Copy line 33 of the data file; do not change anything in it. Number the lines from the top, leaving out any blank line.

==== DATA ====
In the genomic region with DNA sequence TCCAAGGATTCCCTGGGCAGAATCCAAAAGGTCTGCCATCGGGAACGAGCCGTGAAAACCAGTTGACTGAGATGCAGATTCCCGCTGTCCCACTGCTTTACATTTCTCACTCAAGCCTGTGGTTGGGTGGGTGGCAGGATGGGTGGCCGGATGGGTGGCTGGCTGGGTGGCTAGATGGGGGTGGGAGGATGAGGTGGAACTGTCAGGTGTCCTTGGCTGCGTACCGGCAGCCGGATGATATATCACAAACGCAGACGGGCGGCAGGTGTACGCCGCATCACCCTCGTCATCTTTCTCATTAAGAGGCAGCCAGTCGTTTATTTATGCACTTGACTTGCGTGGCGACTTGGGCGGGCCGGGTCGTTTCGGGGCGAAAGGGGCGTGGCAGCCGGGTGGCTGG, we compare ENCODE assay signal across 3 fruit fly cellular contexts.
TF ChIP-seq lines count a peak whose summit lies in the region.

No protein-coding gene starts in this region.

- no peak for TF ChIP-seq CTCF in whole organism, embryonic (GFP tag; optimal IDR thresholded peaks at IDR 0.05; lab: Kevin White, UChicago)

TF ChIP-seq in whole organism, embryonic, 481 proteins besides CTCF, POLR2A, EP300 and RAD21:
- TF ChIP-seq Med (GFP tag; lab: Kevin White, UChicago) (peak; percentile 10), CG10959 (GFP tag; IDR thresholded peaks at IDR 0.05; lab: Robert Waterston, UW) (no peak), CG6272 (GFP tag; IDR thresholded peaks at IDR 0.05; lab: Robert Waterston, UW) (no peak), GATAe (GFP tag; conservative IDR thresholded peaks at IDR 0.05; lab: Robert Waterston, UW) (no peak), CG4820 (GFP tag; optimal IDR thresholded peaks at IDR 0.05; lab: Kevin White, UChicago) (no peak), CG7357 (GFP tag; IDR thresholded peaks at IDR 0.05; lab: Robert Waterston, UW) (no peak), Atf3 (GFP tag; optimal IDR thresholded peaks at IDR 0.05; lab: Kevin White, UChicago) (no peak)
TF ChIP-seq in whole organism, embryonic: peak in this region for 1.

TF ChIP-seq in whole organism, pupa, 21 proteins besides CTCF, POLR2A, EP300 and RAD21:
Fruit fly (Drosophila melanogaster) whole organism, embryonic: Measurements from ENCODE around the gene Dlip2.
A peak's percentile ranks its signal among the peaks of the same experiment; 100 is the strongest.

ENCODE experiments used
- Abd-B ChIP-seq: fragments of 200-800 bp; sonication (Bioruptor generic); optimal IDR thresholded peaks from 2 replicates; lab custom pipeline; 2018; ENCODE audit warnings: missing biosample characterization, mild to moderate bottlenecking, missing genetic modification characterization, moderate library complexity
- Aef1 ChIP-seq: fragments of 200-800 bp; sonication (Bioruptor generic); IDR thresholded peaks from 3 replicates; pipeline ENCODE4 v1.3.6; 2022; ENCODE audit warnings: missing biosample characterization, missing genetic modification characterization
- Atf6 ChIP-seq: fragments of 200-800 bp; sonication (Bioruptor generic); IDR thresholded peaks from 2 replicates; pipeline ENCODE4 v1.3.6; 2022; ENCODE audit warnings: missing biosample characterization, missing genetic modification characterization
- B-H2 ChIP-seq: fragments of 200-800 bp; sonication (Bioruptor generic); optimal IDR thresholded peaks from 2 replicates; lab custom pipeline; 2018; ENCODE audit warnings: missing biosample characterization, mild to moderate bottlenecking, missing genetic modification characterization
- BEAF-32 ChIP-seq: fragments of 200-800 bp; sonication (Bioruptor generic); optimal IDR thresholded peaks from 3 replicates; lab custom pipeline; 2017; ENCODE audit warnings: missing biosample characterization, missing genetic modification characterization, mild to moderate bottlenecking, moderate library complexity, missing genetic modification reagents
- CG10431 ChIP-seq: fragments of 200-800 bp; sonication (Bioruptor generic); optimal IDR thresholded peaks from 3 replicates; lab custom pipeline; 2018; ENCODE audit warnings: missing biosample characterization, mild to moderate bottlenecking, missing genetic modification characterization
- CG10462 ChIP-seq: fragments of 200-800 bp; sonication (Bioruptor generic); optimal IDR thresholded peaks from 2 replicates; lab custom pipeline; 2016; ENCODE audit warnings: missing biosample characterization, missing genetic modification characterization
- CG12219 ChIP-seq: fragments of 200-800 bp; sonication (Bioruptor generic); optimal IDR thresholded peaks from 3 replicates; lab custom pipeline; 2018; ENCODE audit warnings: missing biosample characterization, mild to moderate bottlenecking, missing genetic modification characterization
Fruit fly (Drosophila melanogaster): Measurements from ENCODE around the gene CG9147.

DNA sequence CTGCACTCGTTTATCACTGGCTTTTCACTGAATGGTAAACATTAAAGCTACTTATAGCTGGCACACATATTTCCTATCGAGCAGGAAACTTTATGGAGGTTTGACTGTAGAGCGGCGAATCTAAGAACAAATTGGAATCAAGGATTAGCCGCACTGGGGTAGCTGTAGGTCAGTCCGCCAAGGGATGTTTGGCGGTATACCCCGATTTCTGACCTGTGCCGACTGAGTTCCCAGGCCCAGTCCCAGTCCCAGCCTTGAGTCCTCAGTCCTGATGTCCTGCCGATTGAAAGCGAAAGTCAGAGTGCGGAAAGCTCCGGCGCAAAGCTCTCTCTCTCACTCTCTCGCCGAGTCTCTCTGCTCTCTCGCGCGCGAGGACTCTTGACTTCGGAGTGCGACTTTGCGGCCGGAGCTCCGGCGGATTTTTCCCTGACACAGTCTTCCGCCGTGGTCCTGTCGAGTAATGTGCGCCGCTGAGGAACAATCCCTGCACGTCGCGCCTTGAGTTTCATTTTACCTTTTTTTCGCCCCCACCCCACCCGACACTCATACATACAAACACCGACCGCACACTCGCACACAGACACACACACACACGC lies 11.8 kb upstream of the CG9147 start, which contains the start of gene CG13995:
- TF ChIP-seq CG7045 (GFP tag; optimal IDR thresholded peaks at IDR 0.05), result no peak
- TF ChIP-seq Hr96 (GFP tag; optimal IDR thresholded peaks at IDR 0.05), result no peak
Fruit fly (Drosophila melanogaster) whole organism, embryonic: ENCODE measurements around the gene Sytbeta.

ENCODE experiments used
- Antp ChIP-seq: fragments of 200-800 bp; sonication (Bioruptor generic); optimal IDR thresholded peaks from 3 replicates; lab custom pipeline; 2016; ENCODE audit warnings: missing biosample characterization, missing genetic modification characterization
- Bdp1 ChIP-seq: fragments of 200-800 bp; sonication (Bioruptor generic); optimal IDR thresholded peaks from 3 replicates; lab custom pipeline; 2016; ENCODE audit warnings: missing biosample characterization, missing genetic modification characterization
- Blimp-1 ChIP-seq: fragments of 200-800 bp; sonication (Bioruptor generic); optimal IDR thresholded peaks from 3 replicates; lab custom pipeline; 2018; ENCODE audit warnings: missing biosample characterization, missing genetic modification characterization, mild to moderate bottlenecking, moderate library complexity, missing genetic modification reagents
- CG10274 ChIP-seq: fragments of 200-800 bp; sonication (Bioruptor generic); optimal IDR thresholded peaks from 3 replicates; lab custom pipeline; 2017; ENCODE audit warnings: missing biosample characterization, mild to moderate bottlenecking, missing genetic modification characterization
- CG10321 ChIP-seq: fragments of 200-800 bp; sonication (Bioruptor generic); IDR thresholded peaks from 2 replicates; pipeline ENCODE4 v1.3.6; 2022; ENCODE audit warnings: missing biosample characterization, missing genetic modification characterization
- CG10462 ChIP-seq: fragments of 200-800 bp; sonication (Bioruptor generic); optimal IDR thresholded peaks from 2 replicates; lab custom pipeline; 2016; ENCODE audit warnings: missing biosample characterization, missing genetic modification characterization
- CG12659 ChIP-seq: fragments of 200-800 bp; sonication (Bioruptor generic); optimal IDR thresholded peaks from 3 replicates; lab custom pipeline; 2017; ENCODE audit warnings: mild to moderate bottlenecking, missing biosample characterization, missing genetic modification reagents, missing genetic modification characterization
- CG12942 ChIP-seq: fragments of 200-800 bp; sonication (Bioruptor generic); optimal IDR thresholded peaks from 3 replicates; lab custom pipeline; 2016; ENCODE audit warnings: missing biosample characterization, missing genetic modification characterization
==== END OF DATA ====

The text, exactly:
- CG12942 ChIP-seq: fragments of 200-800 bp; sonication (Bioruptor generic); optimal IDR thresholded peaks from 3 replicates; lab custom pipeline; 2016; ENCODE audit warnings: missing biosample characterization, missing genetic modification characterization